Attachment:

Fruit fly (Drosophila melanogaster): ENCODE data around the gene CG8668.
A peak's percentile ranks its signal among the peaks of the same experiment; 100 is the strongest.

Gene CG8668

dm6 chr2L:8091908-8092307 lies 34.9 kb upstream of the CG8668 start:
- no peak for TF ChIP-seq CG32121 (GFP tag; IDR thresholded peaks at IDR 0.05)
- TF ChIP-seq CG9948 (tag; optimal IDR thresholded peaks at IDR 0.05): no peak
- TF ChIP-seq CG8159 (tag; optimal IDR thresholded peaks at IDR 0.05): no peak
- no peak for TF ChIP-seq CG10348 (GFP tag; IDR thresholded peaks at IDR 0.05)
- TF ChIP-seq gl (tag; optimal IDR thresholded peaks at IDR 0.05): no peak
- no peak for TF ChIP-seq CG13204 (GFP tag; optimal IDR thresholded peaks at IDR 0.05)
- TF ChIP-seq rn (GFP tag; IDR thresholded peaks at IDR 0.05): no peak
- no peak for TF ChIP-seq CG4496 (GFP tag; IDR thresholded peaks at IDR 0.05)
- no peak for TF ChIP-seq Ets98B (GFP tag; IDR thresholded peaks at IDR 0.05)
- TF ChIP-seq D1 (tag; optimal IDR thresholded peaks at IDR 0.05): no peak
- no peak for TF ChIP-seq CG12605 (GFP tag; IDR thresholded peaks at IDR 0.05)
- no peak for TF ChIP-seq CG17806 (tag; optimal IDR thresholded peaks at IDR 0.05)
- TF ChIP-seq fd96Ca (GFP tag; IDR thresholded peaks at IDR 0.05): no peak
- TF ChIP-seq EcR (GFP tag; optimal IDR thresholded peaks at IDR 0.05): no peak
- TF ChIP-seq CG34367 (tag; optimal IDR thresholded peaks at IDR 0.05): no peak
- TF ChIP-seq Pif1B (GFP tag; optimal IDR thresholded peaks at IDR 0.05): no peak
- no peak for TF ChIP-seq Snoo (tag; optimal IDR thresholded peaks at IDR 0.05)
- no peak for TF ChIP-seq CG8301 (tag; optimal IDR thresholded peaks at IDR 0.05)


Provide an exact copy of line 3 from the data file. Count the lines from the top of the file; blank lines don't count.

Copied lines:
Gene CG8668